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RE: Locking a Resource or Locking a URL?

From: Slein, Judith A <JSlein@crt.xerox.com>
Date: Fri, 26 Feb 1999 11:50:06 -0500
Message-ID: <201BB34B3A73D1118C1F00805F1582E801BA4D10@x-wb-0128-nt8.wrc.xerox.com>
To: "'Geoffrey M. Clemm'" <gclemm@tantalum.atria.com>, w3c-dist-auth@w3.org
I really think it's a mistake to understand the question whether a LOCK
locks just the reference or just the target or both as a question about
whether it's a resource or a URI or both getting locked.

A reference is a resource, as is its target.  They are just two different
resources.  The issue the design team was addressing was which resource(s)
get(s) locked when you send a LOCK request with a request-URI that
identifies a reference.

I think the design team agreed that the most intuitive behavior in this case
would be for both the reference resource and the target resource to be
locked.  The design team let some other consistency considerations over-ride
the law of least surprise in this case.  We ended up with the position that
for redirect references, just the reference gets locked; and for direct
references, just the target gets locked.


I want to say that Geoff's examples are not really relevant to this

We never explicitly addressed the question what happens if you submit a LOCK
request with a request-URI that has buried in it somewhere a segment that
identifies a reference.  This is a different case, and I don't think it is
relevant to the question whether, if the request-URI as a whole identifies a
reference, the reference or the target or both should get locked.

Here's an example.  We have URI /x/y/z.html.  Suppose /x/ identifies a
reference, whose target is collection /a/.  Suppose /x/y/z.html also
identifes a reference, whose target is /a/y/c.html.  It's like this:

/x/ references collection /a/
/a/ contains collection y/
y/ contains reference z.html
z.html references ordinary resource c.html

I think Geoff is arguing that neither the reference /x/ nor its target /a/
gets locked.  That's fine.  It makes perfectly good sense to say that
neither /x/ nor /a/ gets locked, but both /x/y/z.html and /a/y/c.html do get
locked.  (Or, as the spec currently says for direct references, the only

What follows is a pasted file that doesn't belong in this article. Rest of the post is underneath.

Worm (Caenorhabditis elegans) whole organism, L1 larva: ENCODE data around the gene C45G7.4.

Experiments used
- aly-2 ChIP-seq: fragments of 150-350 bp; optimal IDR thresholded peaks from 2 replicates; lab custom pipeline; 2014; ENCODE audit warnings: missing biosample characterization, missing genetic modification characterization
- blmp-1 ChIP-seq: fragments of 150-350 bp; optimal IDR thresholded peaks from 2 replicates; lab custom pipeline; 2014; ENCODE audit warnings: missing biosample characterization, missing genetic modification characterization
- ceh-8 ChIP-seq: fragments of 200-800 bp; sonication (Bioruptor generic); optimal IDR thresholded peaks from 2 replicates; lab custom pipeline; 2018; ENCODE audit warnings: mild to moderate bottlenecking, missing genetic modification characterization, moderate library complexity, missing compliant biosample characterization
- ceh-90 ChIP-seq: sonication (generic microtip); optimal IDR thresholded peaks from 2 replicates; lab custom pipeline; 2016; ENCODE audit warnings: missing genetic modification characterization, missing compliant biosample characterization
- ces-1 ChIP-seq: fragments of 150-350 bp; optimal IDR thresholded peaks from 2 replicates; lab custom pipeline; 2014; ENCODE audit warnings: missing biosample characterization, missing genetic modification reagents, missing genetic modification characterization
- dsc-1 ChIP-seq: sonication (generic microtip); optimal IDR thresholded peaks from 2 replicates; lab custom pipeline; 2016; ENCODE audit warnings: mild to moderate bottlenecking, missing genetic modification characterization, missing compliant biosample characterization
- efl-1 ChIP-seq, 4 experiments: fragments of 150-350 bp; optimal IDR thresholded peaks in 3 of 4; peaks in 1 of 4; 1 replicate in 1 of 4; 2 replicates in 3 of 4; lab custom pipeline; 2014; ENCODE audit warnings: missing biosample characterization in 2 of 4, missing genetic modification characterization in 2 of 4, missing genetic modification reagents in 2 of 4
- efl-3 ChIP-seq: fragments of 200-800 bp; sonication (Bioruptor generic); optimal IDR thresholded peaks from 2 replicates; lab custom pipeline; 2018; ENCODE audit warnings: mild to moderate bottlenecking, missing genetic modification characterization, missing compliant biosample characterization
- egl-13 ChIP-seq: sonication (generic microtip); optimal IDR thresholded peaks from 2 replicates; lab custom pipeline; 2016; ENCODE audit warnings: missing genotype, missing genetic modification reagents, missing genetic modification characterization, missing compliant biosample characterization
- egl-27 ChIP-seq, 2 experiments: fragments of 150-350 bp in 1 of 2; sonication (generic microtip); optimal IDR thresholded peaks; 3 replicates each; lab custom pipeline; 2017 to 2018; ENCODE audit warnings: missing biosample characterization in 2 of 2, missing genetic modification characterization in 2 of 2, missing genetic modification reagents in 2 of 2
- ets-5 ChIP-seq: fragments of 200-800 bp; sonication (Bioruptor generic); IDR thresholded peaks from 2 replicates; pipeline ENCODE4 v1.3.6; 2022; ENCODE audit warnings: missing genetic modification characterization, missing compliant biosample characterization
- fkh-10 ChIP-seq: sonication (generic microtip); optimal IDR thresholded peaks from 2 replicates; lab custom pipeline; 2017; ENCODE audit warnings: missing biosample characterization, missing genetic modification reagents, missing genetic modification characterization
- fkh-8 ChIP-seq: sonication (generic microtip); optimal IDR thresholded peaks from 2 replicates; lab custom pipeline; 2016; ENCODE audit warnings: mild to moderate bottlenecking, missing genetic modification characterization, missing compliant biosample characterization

thing that gets locked is /a/y/c.html.)

In Goeff's example, /x/y/z.html is *not* a reference, so the collections
spec has nothing to say about it.  But /x/ is a reference, so we can
perfectly well say that when a LOCK request is submitted on /x/y/z.html,
neither the reference identified by /x/ nor its target (identified by /a/)
gets locked.


> -----Original Message-----
> From: Geoffrey M. Clemm [mailto:gclemm@tantalum.atria.com]
> Sent: Thursday, February 25, 1999 11:35 PM
> To: w3c-dist-auth@w3.org
> Subject: Locking a Resource or Locking a URL?
> One of the key topics in the recent thread on the Adv. 
> Versioning Collection
> protocol was the question of what gets locked when you lock a 
> resource.
> There are (at least :-) three interpretations:
> (1) You are locking only the resource.
> (2) You are locking what appears at a given URL (i.e. if the resource
> currently selected at that URL also appears at another URL, then the
> lock does not apply to accesses through that other URL).
> (3) You are locking both the resource and the fact that the resource
> appears at the given URL.
> In my message in the Adv. Coll. thread, I gave arguments for why
> (3) does not work in the context of references and versioning.
> In this message, I would like to confirm that nobody believes that
> (2) is the correct interpretation.  In particular, I would like to
> confirm that if /a/x.html and /b/y.html happen to be the same resource
> (by some quirk of the server, say), and /a/x.html is locked, then
> a PUT to /b/y.html would fail without the appropriate lock token.
> There also is the question of whether lock discovery would detect this
> implicit lock on /b/y.html.  This question has two parts ... what do
> you think the spec currently says, and what did the spec authors
> intend?
> Cheers,
> Geoff
Received on Friday, 26 February 1999 11:45:53 GMT

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